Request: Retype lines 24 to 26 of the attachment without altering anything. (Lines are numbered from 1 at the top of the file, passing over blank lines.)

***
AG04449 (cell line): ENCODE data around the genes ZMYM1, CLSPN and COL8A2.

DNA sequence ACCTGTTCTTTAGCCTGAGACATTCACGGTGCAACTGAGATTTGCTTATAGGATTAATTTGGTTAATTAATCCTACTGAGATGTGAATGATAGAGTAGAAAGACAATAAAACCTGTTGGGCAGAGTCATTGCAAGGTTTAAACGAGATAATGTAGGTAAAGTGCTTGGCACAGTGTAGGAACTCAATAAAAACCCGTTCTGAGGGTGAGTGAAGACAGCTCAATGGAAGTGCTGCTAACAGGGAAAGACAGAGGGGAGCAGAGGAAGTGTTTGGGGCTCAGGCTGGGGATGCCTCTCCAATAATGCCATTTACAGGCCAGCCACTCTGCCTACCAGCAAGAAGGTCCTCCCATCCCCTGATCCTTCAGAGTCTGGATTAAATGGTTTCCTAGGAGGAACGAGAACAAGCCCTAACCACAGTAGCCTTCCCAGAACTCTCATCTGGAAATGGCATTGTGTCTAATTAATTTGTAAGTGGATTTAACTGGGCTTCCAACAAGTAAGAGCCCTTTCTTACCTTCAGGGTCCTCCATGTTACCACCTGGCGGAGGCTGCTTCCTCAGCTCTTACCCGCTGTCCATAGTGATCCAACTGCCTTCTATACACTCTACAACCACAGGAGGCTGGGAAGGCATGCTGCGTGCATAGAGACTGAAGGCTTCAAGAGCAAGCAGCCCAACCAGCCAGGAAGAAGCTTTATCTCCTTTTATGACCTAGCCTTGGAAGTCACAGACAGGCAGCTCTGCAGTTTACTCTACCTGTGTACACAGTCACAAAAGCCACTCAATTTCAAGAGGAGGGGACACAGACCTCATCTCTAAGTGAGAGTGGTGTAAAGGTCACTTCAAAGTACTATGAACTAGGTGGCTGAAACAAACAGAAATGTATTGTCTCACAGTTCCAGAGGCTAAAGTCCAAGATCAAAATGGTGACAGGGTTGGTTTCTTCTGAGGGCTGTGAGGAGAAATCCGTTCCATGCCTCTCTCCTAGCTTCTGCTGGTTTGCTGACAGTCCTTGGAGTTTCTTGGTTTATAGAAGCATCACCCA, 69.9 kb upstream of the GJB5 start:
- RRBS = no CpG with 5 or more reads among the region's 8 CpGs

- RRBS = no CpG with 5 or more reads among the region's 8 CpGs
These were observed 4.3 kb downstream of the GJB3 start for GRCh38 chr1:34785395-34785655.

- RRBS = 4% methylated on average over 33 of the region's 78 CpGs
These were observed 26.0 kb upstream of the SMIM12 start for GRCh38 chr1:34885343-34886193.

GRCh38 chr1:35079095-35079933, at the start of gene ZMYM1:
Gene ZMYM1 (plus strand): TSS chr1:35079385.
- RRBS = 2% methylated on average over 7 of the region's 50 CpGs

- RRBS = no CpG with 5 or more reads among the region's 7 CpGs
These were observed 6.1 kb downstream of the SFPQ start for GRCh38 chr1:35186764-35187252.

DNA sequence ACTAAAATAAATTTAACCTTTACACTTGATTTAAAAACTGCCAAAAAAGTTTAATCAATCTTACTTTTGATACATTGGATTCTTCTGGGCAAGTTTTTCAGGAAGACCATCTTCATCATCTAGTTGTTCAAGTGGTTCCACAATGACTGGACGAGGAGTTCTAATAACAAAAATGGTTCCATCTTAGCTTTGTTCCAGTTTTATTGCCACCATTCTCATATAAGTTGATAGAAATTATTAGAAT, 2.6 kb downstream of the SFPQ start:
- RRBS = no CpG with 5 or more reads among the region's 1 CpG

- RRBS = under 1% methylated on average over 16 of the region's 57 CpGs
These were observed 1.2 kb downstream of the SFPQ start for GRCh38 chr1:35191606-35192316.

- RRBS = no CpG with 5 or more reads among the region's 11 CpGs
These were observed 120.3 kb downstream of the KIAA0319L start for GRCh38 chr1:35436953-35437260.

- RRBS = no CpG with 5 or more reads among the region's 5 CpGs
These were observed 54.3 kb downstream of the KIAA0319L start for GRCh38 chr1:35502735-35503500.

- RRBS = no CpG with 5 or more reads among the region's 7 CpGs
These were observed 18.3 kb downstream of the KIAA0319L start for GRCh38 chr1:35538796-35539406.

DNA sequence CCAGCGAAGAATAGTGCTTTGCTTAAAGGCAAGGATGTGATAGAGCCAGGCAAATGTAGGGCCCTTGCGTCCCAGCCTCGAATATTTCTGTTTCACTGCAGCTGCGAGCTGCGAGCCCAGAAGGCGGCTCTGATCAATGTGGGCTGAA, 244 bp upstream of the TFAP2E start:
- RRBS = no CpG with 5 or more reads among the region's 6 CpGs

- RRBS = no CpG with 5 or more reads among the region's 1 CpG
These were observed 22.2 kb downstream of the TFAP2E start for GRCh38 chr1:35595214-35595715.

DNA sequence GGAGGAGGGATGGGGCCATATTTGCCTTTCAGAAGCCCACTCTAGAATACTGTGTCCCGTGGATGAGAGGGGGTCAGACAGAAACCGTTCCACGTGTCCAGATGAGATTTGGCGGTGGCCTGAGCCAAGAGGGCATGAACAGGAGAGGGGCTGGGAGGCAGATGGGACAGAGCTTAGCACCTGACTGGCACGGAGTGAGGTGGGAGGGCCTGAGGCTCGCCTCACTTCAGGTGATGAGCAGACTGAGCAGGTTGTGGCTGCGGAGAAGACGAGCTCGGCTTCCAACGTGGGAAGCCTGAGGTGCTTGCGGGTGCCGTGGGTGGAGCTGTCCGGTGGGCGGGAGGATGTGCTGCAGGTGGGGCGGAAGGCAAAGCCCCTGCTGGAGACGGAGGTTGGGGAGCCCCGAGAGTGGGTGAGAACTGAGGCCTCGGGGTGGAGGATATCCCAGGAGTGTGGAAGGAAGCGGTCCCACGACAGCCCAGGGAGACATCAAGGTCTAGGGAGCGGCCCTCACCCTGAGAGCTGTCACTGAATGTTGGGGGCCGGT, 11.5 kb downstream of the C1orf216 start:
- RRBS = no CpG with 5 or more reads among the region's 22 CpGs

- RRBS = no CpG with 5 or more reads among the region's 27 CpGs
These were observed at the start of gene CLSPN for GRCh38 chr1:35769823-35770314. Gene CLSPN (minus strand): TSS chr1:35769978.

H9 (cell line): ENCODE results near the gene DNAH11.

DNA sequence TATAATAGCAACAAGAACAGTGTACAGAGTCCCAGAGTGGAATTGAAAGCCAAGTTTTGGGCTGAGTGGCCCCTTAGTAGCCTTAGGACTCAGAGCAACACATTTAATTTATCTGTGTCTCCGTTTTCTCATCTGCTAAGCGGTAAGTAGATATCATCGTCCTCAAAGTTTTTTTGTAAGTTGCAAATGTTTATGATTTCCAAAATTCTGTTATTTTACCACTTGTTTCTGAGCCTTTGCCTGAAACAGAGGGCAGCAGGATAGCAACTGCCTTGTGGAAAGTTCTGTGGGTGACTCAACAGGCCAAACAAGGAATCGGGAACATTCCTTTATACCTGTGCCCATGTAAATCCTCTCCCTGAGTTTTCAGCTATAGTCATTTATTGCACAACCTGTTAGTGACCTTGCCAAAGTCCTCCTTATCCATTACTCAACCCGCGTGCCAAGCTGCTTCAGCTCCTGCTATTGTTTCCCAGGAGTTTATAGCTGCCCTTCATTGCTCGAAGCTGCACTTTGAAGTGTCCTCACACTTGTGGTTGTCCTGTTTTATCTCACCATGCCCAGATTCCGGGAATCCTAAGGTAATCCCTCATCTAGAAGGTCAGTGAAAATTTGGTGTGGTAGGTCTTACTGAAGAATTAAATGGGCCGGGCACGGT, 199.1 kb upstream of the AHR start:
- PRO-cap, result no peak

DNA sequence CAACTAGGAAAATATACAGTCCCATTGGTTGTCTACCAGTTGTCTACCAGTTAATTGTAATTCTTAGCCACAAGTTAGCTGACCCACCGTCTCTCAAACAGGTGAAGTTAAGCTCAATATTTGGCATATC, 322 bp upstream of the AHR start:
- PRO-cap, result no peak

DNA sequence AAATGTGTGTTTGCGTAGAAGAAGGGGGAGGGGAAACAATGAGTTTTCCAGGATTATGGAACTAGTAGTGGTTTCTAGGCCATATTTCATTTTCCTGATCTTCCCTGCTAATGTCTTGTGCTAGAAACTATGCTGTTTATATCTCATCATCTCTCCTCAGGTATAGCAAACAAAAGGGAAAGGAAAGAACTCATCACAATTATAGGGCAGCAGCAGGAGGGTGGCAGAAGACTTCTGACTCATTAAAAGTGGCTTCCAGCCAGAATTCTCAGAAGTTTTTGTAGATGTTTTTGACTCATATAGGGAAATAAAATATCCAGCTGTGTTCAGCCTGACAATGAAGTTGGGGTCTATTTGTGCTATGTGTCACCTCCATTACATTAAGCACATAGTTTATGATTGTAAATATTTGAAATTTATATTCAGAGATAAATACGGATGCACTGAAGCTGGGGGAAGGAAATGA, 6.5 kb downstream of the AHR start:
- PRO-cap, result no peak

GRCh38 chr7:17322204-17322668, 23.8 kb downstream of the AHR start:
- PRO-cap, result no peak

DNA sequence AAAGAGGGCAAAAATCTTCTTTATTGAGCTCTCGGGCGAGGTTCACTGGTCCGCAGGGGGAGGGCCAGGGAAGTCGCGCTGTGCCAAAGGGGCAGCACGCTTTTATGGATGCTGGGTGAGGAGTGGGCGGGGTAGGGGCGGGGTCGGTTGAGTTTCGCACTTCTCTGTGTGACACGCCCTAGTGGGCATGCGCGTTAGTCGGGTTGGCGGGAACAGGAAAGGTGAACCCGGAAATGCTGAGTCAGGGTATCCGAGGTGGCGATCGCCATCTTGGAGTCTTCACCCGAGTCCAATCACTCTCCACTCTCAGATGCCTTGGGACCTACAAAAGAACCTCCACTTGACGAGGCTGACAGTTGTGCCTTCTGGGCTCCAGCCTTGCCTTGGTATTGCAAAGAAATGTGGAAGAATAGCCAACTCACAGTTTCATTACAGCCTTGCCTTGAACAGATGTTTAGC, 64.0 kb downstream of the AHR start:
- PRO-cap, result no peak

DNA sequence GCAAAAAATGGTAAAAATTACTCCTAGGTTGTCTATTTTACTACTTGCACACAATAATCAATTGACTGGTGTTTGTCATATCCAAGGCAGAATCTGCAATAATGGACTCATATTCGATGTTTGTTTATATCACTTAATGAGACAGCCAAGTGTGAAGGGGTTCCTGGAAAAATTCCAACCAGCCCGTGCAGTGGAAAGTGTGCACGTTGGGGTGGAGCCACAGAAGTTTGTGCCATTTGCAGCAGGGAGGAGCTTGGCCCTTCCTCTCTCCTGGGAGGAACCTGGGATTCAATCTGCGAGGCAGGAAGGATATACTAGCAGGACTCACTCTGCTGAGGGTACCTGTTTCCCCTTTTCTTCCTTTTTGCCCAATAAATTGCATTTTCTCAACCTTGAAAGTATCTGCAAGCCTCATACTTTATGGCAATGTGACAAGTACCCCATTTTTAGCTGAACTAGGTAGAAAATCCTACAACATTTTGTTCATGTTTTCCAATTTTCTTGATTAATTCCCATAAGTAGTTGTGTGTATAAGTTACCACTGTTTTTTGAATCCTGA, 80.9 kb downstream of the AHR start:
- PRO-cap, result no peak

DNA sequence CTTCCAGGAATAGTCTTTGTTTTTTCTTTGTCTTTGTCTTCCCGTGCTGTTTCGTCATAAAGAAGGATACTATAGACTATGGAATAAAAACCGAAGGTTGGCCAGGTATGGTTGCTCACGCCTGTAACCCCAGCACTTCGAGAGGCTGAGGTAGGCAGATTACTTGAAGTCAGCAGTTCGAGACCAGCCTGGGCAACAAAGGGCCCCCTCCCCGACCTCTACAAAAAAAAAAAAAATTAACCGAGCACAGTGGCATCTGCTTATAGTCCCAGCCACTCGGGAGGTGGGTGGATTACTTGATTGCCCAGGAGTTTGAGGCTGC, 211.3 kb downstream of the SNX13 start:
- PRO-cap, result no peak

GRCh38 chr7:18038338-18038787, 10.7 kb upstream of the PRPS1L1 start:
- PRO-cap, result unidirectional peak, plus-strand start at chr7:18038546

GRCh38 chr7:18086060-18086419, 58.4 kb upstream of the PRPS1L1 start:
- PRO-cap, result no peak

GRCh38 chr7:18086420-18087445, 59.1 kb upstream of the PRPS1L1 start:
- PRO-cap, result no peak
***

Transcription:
- RRBS = no CpG with 5 or more reads among the region's 6 CpGs

- RRBS = no CpG with 5 or more reads among the region's 1 CpG
These were observed 22.2 kb downstream of the TFAP2E start for GRCh38 chr1:35595214-35595715.